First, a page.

Blastocystis hominis: Living with it, how I recovered + how to prevent it

Woah. The last 2 years have been an uphill battle for me to achieve perfect health again after playing host to Blastocystis hominis (Blasto) in mid-2018.

CW: this isn’t going to be a pretty post. I’ve been putting it off for a few years because it’s not a very comfortable topic to write or read about. However, it may help someone. So, for that reason, it’s worth it. I also wrote this before the news of COVID-19 becoming a global pandemic. Sorry to overburden you with more health-related information. Oops. While parasites and coronavirus are very different, some of my experiences could be useful for prevention and healing across the board. So, for that, you’re welcome.

On another note: none of the information in this article acts as medical advice. I am not a qualified health professional. Please do not use the opinions of a blogger on the internet as medical advice and instead, consult your GP or a qualified health professional.

Now, let’s get to the nitty-gritty.

 

What is Blastocystis hominis?

According to nsw.gov.au, “Blastocystis hominis is a species of one of the most common human intestinal organisms. Blastocystis species are found in people throughout the world and higher numbers are reported in developing countries.”

There’s a lot of conflicting information out there. Researchers are still debating over whether or not Blastocystis is a health concern and if it even needs to be treated. Even my doctor said that GPs generally don’t know much about it. Which is absurd for me to think about, considering it’s one of the most common parasites a human can get.

The NSW government health website says, “It’s not certain how Blastocystis is spread” and the SA government health website goes on to say that, “There is a great deal of debate about whether Blastocystis causes illness or not.” And, according to Mayo Clinic, “Researchers don’t fully understand the role Blastocystis hominis plays”.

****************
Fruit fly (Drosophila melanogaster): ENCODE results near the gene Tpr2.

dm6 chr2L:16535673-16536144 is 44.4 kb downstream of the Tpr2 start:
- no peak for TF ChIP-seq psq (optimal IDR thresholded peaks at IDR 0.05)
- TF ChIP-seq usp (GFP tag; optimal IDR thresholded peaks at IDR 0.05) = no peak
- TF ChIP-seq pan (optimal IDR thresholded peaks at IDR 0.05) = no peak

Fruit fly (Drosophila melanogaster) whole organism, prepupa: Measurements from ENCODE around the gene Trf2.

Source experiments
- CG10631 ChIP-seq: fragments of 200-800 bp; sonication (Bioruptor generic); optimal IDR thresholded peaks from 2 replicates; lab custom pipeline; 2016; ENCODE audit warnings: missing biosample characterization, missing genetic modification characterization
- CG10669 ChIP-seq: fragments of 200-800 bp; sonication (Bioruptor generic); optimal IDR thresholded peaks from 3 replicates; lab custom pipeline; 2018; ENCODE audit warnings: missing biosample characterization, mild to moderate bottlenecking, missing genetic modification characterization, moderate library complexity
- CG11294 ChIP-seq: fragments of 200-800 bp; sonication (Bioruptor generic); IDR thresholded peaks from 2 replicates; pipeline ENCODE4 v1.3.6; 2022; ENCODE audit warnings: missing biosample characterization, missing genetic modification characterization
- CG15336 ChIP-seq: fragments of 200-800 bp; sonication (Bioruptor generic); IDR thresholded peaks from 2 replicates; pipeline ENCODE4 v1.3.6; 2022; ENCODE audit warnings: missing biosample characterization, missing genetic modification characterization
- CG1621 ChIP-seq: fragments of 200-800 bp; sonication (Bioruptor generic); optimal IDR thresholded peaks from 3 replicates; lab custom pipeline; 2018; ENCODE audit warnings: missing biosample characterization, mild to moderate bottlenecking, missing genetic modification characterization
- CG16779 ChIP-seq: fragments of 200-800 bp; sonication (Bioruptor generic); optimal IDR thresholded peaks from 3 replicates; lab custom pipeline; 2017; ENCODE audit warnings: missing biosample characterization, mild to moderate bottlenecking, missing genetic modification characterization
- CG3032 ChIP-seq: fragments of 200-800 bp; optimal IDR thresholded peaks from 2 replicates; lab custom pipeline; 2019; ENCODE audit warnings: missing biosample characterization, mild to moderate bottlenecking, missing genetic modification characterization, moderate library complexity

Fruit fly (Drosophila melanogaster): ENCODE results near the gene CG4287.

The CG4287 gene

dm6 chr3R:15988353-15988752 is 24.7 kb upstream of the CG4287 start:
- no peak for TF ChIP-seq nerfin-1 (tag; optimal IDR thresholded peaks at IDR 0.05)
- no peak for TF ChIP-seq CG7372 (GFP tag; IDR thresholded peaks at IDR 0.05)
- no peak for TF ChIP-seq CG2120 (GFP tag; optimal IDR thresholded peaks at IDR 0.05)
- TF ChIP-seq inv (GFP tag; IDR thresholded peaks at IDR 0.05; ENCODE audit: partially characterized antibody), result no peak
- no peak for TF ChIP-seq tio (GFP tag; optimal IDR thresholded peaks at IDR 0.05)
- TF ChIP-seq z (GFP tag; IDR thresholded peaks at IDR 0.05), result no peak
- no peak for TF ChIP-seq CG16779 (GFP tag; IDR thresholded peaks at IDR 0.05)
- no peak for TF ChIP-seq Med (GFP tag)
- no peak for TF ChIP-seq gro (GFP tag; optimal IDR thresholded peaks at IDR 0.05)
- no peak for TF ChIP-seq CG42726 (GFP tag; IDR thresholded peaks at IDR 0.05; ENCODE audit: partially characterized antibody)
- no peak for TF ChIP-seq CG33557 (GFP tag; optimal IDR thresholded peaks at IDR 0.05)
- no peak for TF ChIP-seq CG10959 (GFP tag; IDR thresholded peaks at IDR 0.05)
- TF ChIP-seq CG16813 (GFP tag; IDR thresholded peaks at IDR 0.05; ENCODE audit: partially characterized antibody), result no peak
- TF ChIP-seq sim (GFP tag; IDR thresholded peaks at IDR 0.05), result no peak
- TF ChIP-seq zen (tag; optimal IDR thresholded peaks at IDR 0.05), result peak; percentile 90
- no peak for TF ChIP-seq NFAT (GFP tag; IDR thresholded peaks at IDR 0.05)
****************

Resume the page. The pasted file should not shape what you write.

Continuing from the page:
So, what does anybody know about anything?! Not much, apparently.

Anyhow, here are the facts:

  1. Blastocystis hominis is a single-celled parasite. Meaning it’s not visible to the naked eye. Unlike many other parasites, you can’t visibly tell that it’s there.
  2. It lives in the gastrointestinal tract of infected folk.
  3. It’s probably transmitted through infected food and water (I’d believe that, personally).
  4. Not everybody gets symptoms.
  5. Symptoms usually include diarrhoea, abdominal pain and vomiting, amongst other things. I’ll get to my own specific symptoms in a bit.
  6. There are no proven treatments.

While patient recovery/improvement has been shown even without any treatment, this wasn’t an option for me. The symptoms associated with Blasto, that I started experiencing, were beginning to affect my health and my ability to live to my full potential.

 

How Blastocystis started for me

I first got symptoms of Blasto a couple of weeks after I got back from the Tasi Travels Travel with Purpose Trip to Timor-Leste (it would have been about August 2018). It was an awesome trip. I did almost everything ‘right’ in terms of staying safe and healthy on travels. I drank only from the big, purified water drum at our accommodation, kept my mouth closed when washing (there wasn’t really a ‘shower’, so to speak), ate no meat or animal products (makes it easier when you’re vegan!), and bought my water purifier bottle with me to save on plastic and purify my water as much as possible.

However, I could’ve done better.